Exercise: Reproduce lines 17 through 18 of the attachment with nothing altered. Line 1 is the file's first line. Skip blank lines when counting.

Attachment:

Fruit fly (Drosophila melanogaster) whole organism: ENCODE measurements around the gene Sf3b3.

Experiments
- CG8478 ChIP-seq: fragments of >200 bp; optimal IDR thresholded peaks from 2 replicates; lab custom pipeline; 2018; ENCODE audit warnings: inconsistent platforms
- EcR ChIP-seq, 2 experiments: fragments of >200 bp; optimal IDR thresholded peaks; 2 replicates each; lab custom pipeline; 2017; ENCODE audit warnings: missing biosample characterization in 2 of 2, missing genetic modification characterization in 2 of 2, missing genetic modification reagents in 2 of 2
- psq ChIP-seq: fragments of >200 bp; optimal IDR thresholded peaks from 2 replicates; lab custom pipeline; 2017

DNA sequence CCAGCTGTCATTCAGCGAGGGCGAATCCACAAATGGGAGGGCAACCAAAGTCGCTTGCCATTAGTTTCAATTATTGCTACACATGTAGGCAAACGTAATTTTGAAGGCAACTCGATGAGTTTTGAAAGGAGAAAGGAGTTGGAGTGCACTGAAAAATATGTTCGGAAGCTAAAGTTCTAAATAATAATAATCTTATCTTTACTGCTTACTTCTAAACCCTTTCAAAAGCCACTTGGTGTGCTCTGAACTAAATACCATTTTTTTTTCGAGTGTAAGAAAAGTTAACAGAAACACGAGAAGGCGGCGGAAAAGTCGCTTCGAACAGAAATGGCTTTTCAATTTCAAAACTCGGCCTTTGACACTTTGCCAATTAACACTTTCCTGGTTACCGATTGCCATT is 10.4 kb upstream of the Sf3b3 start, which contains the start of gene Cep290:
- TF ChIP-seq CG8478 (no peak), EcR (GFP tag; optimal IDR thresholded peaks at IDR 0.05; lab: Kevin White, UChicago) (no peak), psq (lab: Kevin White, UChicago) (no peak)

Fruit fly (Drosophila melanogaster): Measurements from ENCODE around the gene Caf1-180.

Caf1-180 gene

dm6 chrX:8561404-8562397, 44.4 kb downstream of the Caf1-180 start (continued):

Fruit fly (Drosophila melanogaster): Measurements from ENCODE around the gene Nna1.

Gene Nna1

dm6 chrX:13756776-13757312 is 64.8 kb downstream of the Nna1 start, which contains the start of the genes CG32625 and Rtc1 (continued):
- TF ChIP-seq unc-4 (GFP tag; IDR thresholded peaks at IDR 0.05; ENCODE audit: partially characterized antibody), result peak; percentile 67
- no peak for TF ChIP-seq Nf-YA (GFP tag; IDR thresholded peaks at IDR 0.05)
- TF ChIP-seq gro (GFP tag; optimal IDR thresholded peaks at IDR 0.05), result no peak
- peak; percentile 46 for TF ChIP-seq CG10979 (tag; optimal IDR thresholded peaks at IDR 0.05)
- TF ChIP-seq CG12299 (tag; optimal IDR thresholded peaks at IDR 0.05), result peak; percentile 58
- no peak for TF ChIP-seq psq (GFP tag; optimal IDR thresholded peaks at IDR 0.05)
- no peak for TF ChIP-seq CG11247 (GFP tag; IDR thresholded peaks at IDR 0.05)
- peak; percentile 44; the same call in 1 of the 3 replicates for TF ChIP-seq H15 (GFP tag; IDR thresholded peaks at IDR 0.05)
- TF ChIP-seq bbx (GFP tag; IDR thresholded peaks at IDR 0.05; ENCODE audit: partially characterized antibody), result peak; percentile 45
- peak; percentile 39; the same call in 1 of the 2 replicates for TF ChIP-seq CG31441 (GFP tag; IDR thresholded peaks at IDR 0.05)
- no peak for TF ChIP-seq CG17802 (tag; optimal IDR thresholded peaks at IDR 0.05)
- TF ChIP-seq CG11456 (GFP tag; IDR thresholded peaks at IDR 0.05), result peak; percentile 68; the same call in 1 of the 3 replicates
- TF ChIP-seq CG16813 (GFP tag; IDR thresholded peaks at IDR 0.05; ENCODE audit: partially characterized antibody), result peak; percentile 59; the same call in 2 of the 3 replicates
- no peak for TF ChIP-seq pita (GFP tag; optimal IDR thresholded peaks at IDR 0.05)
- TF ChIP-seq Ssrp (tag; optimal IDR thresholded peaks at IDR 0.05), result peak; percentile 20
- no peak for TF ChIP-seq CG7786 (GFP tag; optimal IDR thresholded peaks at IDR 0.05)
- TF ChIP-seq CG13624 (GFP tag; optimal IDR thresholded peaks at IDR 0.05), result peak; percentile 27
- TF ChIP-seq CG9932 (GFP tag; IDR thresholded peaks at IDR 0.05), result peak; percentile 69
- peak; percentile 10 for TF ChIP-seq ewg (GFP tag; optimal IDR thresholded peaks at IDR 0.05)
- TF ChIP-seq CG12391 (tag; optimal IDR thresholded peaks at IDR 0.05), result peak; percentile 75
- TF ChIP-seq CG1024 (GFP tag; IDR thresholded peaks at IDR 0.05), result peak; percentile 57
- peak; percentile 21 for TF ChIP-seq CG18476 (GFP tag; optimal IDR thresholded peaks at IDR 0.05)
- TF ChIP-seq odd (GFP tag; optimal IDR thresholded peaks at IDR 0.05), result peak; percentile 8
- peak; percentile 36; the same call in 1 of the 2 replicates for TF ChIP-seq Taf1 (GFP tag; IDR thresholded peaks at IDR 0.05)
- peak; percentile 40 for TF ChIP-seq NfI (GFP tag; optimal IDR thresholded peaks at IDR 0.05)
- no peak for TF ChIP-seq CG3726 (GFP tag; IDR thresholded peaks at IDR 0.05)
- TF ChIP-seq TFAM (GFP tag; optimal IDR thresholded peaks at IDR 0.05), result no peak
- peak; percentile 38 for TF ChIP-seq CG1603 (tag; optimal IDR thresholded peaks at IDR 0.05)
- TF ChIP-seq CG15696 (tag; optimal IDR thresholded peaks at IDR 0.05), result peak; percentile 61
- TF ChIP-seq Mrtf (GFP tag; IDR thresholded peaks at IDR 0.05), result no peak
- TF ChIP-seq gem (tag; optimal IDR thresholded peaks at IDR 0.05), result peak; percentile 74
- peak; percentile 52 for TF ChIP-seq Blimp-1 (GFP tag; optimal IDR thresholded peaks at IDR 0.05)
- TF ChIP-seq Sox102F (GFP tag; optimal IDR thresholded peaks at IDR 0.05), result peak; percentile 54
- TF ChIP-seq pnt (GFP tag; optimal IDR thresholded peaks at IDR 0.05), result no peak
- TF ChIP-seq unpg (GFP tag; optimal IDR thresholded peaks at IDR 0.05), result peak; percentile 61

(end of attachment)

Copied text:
- peak; percentile 46 for TF ChIP-seq CG10979 (tag; optimal IDR thresholded peaks at IDR 0.05)
- TF ChIP-seq CG12299 (tag; optimal IDR thresholded peaks at IDR 0.05), result peak; percentile 58